Finding New Places

Cavenham Heath National Nature Reserve

Cavenham Heath National Nature Reserve

I have been rather quiet here for a few weeks for two reasons. First we had some appalling weather and despite good intentions to go out for a short walk, the snow and strong winds finally put us off. Second I was off work ill, wrapped up in a blanket with a box of tissues beside me. Even now I have not fully recovered; but I didn’t let that stop me from getting out and about again!

I have been itching to get out walking and discovering the delights of Suffolk. This week is the Half Term holiday and I have some catching up to do. Yesterday morning was my lazy catching-up morning when I finished reading Clare Balding’s book Walking Home: My Family and Other Rambles. This book (and her previous one My Animals and Other Family) is an enjoyable read, which has really whetted my appetite for getting out and not only doing short walks, but also walking greater distances as the weather improves and the days get longer.

In an attempt to find local walks I consulted my Ordnance Survey Explorer maps (226 and 229). Why is it that I always seem to be in the corner of a map and need more than one map to cover the whole area?! I also looked at a leaflet by Suffolk County Council of Easy Going Trails.

From this I discovered Cavenham Heath National Nature Reserve – which I didn’t even know existed, yet is only 10 miles from home.

On a grey afternoon we drove up a minor no through road from Tuddenham and parked by Tuddenham Woods (grid reference 745721).

Cavenham Heath NNR Sign

Cavenham Heath National Nature Reserve.

There were a few other vehicles around and as we walked up the road towards the heath we were passed by a van marked Search and Rescue on the front and Search and Rescue Dogs on the back. Once we were on the heathland with its low scrubby heather we could see what a good area this would be for training the dogs – in fact we passed one owner who was doing just that with her spaniel.

Natural England describes the site:

Much of Cavenham Heath NNR is typical Breck heathland with dry, acidic sandy soil supporting acid grassheath, heather heath with patches of bracken and sand sedge. In addition there are riverside meadows, woodland, wet woodland scrub and small areas of fen.

Yet it was more than this, even in the middle of February. The silver birch trees filling the sky with their handsome winter shapes – their bright trunks shining against the background;

Silver Birch trees at Cavenham Heath

Silver Birch trees at Cavenham Heath

Silver birch trees at Cavenham Heath

Silver birch trees at Cavenham Heath.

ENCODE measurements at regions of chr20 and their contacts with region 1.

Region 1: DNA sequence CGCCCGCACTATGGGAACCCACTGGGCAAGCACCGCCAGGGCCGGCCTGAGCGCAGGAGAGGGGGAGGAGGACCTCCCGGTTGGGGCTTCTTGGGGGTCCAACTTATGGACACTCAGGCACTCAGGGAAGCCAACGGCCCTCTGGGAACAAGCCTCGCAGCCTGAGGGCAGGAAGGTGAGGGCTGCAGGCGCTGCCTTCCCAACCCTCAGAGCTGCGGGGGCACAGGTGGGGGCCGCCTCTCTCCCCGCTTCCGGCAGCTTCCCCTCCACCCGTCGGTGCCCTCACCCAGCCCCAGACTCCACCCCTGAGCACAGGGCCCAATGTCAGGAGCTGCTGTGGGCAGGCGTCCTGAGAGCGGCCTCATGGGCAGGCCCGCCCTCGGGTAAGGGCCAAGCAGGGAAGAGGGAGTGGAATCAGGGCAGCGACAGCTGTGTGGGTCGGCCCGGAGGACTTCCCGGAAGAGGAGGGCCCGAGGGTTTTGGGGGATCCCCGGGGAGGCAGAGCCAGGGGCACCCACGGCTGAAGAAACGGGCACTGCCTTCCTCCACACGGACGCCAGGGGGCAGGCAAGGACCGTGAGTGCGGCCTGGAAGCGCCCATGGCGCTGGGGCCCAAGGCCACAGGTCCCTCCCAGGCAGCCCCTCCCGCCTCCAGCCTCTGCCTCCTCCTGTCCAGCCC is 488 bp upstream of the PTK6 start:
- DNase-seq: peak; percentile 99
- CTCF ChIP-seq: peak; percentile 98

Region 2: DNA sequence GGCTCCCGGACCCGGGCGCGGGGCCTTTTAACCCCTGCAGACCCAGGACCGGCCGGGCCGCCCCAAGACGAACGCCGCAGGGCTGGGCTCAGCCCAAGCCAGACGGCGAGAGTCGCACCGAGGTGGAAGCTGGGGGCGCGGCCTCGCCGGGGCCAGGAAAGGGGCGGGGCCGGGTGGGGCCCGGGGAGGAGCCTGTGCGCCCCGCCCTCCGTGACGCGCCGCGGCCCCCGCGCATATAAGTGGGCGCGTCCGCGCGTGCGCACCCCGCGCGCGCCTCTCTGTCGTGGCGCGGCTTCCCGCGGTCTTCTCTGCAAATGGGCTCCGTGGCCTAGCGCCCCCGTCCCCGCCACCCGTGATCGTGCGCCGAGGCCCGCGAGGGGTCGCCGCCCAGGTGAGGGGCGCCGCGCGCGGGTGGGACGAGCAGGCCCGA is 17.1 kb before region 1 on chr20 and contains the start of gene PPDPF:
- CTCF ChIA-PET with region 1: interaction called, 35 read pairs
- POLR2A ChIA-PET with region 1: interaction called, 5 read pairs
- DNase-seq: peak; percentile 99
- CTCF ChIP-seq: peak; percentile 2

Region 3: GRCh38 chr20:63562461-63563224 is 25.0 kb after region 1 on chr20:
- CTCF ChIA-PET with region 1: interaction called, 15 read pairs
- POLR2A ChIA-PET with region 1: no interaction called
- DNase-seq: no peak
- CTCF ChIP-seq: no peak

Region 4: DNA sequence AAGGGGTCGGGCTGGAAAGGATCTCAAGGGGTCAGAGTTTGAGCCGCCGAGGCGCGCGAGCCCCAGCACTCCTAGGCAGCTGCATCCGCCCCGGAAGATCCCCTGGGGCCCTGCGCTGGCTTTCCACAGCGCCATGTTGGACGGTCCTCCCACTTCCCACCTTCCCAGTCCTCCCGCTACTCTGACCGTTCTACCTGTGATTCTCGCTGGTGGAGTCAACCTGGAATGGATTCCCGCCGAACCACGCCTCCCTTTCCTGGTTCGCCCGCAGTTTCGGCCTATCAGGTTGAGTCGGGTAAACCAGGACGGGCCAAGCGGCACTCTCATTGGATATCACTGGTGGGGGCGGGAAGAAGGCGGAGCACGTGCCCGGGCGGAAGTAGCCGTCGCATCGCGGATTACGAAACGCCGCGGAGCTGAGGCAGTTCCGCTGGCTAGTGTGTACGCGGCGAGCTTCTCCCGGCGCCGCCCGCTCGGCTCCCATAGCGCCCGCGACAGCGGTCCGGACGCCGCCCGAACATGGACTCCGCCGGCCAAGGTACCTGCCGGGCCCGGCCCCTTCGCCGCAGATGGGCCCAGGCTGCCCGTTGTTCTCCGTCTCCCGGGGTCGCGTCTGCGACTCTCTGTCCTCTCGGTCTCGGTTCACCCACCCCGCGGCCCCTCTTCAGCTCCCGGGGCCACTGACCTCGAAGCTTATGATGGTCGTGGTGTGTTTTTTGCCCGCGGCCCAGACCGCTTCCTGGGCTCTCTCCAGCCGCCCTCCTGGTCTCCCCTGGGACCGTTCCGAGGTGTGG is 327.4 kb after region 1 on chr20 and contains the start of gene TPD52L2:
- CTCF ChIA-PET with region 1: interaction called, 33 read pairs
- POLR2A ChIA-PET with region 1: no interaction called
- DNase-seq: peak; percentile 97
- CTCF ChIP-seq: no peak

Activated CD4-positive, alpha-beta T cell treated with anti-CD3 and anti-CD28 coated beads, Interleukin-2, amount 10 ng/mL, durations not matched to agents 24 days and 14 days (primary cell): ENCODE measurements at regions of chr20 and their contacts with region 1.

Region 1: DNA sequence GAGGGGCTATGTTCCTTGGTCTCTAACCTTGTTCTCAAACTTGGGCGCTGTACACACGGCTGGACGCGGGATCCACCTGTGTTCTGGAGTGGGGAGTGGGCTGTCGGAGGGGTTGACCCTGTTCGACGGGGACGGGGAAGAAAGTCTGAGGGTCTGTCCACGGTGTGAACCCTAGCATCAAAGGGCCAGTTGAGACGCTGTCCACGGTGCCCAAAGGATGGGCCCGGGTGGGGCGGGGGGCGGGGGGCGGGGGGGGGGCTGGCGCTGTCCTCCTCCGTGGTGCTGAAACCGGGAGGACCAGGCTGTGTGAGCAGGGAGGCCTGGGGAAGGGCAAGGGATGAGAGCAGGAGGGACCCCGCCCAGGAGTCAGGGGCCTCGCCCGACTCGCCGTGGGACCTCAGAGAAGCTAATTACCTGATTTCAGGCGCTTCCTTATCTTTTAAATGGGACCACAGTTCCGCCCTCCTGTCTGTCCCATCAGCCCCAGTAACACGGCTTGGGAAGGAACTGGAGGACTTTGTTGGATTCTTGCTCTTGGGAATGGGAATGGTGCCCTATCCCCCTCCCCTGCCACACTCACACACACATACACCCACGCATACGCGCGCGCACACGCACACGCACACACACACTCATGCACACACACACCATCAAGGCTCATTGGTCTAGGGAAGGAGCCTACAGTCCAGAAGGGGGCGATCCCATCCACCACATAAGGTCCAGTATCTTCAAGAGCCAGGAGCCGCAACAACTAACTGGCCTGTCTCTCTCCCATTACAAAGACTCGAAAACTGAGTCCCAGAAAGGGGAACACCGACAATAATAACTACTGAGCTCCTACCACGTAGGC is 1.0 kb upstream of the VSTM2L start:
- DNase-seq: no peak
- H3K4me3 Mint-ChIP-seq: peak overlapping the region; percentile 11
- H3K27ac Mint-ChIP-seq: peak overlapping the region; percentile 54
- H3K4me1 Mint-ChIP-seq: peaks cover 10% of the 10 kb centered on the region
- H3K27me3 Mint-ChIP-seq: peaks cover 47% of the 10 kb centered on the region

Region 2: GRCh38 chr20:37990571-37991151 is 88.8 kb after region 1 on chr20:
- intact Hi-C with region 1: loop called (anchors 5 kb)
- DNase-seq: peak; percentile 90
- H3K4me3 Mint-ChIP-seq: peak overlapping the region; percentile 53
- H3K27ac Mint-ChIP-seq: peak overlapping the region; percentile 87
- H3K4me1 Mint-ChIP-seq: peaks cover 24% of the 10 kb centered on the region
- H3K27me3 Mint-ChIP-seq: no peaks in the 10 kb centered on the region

fungi and lichen on natural and man-made structures alike;

Fungi and lichen on post.

Fungi and lichen on post.

Fungi and lichen

Lichen on pillbox walls.

and yellow flowers on gorse bushes contrasting with the browns and greys of last season’s heather.

Yellow gorse flowers

Yellow gorse flowers.

We noted on the different soil colours,

Light sandy soil.

Light sandy soil.

Darker peaty soil.

Darker peaty soil.

the sheep grazing amongst the heather and the rabbits and mole hills. A notice told us that volunteers were trapping the rabbits to check on their numbers, their health and whether they were pregnant before being released.

We were following part of the Icknield Way Trail with an axe logo on its signs,

Icknield Way direction sign

Icknield Way direction sign.

a long distance footpath from the Ridgeway Path in Buckinghamshire to the Peddars Way in Norfolk and I now feel the urge to walk longer sections of this route. It took us to the River Lark and the remains of Temple Bridge, which was originally of medieval origin before later bridges were built there. The name comes from the community (preceptory) of the Knights Templars, who were thought to be there in the early 14th century, before their order was dissolved.

Pipeline over the remains of the Temple Bridge

Pipeline over the remains of the Temple Bridge.

Along with this older history were much more recent remains – those of WW2 concrete pillboxes.

WW2 Concrete Pillbox.

WW2 Concrete Pillbox.

WW2 Concrete Pillboxes

WW2 Concrete Pillboxes – part of the Eastern Command Stop Line.

I did some investigation about why there were so many in a small area and found that they formed part of the Eastern Command Line, one of a series of barriers or stop-lines formed by concrete pillboxes, gun emplacements, anti-tank obstacles, trench systems, minefields and barbed wire entanglements which utilised natural as well as man-made features such as rivers, canals and railway embankments. They were designed to ensnare and delay the German forces and were built in the summer of 1940 by local contractors. This section ran from Mildenhall to Sudbury via Bury St Edmunds.

This was a gentle three-mile walk – we still need to sort out my husband’s footwear to stop him getting blisters, but it opened my eyes to another fascinating part of our local landscape and historical past, which I would never have known anything about otherwise.

Sometimes we are so busy gazing into the distance that we fail to see what is on our own doorsteps. This is one resolution for this year that I am really enjoying keeping.

Today’s walk: 3.01 miles

Walk total this year: 23.77 miles

Overall total daily mileage: 151.62 miles